The Zombies / "I Love You"
I love the Zombies. Love them, love them, love them. Loved them then, love them now.
In August 1965, this track, written by bassist-songwriter Chris White, was the B-side of "Whenever You're Ready." A measure of how good the Zombies were in their all-too-brief 1960s career is how often this B-side has been covered since then.
Meanwhile, this video has led me down a whole 'nother rabbit hole. The images star the brilliant Rita Tushingham, whose performances in such seminal 1960s British films as A Taste of Honey, Girl With Green Eyes, and The Knack...And How to Get It were linchpins in that cinematic revolution. (If there's anything I love more than British pop of the mid-1960s, it's British cinema of the mid-1960s.) I've watched this video over and over, trying to pinpoint which film these clips are from. And finally I've had to come to terms with the fact that no one else is as obsessive as I am when it comes to Brit Nouvelle Vague circa 1965 and I had better just move on to the topic at hand. Which is, after all, THE ZOMBIES.
The Zombies had two extraordinary things going for them -- Colin Blunstone's incredibly ethereal voice, and Rod Argent's keyboard wizardry. What Chris White concocted in this song is a jazz-soaked number that gave both those assets a chance to shine.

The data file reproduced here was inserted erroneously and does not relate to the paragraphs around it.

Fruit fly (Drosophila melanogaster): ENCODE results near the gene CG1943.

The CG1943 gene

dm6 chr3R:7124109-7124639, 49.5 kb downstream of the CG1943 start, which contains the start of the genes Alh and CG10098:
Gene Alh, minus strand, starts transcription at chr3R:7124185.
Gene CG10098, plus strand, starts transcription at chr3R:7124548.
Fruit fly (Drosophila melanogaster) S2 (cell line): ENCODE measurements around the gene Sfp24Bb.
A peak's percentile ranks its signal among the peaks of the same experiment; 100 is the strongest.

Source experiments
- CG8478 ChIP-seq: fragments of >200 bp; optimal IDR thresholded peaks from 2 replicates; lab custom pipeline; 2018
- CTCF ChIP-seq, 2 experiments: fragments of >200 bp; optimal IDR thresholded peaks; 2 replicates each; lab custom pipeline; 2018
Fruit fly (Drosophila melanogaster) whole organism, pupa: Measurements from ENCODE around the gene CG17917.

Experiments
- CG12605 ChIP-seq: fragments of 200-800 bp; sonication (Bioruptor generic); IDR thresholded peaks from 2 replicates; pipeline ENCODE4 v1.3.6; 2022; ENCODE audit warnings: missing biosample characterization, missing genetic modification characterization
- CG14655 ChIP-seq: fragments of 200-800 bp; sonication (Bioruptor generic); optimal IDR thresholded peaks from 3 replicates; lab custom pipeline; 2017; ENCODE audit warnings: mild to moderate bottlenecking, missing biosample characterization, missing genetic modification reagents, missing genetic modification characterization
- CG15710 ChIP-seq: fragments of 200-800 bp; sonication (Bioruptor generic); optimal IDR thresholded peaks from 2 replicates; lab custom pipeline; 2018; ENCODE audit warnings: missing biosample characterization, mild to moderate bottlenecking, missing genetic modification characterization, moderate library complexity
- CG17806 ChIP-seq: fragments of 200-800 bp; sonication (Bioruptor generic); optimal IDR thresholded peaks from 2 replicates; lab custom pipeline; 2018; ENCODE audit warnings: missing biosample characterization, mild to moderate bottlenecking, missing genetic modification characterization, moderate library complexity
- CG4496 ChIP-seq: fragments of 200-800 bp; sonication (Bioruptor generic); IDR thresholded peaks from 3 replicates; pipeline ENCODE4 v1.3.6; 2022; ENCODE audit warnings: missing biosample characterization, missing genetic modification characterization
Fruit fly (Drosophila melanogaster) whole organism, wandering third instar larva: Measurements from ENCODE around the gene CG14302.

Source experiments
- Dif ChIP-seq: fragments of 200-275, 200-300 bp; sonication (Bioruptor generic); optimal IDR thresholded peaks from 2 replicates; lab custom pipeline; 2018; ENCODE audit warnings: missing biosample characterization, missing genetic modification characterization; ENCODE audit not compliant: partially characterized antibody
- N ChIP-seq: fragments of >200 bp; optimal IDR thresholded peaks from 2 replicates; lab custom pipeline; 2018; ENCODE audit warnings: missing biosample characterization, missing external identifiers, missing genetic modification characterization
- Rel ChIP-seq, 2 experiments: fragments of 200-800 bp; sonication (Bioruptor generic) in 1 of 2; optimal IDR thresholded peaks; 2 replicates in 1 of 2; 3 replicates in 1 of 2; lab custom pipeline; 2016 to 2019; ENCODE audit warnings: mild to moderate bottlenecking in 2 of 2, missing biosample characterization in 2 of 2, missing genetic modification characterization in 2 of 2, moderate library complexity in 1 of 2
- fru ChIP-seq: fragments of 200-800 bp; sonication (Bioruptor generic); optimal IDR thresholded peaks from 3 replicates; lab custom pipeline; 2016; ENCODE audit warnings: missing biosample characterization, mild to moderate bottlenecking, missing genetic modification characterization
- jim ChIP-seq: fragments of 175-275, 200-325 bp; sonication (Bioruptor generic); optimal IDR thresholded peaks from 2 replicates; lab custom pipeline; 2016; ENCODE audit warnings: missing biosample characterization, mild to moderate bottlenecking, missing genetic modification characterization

The formula is devastatingly simple. Over and over, the singers repeat "I love you," numbly, dumbly. When you're hog-tied by infatuation, that's all you can do. Then the combo snaps into a crashing halt, to let the lead singer urgently emote: "And I don't know what to say!"
He's so sunk in desire, he can scarcely think. "My words should explain / But the words won't come." And the chords -- mostly minor key -- shift into conditional mode as he laments: "I should tell you just how I feel / And I keep tryin' / But something holds me back when / I try to tell you."
Tied up in knots? Anyone who's ever been an anguished adolescent (and that's just about all of us) can relate to that.
But finding a musical expression of that is something else. The Zombies were always the earnest, anguished suburban boys of the BritBeat scene. In this devastatingly perfect number, they forever lay their claim to that territory. Which is as good a note as any upon which to end this serendipitous series of posts.